Jeffrey Joseph’s act plays on preconceptions of race, culture and sexuality, adroitly disarming the crowd with a calculated progression of characters. His jokes run the topical gamut: gay marriage, education, the job market, prison system, presidential race, gentrification and Oprah.
Having garnered considerable acclaim in the ’90s before taking a 12-year hiatus from standup, Comedy as a Second Language at Kabin is one of many rooms Joseph has frequented since his return two and a half years ago.
A formidable actor in his own right, Jeffrey Joseph has made appearances on The Sopranos, Law & Order and NYPD Blue, in addition to stand-up sets on The Tonight Show with Jay Leno and Comedy Central. The years he spent studying theater have certainly informed his comedy, in that the personas he embodies live and breathe with vivid immediacy. His indulgence in these identities is keenly tempered with out-of-character moments, where he chronicles teaching playwriting to incarcerated youth, or how his parents’ sending him to boarding school in England “completely fucked up my ghetto.” While character-driven humor runs the risk of alienating the audience by delving too deeply into the fictional, Joseph artfully balances the latter with tangible recounting of his experience.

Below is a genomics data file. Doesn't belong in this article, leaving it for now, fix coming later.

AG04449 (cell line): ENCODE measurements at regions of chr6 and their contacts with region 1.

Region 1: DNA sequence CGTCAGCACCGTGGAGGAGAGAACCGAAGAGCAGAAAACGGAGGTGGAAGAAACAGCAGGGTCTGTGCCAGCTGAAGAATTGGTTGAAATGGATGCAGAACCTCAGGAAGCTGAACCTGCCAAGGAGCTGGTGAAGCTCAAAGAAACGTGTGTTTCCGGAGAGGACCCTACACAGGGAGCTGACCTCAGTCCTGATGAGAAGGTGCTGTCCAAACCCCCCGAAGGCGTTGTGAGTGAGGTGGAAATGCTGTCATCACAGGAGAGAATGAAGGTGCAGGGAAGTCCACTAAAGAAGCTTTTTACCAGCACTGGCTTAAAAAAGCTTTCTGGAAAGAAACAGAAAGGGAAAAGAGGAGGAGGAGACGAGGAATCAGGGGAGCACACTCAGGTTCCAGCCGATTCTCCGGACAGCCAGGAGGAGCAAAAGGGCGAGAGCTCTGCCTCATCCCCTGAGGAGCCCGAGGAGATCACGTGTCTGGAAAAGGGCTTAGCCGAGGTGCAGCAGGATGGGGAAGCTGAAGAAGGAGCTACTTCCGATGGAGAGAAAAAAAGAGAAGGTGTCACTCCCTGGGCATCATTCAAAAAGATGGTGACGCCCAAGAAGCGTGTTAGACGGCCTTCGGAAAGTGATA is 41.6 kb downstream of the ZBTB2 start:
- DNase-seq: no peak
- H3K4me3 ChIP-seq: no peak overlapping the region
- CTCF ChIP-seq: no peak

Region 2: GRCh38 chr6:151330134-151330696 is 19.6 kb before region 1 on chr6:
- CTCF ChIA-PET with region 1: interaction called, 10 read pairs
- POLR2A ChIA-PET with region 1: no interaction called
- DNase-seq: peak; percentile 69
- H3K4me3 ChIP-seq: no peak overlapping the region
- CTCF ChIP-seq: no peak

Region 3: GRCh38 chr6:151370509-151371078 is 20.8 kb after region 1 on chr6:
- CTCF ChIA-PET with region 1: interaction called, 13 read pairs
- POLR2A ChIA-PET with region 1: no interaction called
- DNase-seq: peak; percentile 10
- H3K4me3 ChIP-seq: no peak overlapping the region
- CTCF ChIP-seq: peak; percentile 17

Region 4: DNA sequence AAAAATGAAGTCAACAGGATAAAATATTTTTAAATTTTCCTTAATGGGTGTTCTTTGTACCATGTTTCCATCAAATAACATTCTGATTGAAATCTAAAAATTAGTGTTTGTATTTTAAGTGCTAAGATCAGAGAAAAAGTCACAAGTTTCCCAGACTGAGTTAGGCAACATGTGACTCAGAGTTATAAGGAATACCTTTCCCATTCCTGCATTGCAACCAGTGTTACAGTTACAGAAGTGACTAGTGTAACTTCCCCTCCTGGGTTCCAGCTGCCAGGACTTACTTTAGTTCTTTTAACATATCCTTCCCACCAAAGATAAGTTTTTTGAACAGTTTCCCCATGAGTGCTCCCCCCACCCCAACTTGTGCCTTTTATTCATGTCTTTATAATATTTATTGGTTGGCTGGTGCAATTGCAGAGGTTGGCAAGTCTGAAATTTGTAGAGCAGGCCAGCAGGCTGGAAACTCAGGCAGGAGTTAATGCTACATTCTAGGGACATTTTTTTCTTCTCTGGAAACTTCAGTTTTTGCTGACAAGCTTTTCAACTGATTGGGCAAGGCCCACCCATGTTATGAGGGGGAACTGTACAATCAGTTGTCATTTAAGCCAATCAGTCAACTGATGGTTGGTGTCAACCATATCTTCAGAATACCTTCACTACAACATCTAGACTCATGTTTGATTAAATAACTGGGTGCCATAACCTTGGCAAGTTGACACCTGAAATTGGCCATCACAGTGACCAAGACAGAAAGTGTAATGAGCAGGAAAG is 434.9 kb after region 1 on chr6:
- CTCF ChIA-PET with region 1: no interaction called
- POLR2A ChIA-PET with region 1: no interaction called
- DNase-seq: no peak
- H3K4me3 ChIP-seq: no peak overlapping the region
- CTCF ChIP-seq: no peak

Hannibal Buress says, “Jeffrey Joseph is a super funny dude. He hung around a few Knitting Factory shows and I just thought he was friends with some comedians. I didn’t know he had been in the game that long. I put him on the show knowing that he would have the chops to have a good set, but it wasn’t just good — it was amazing.”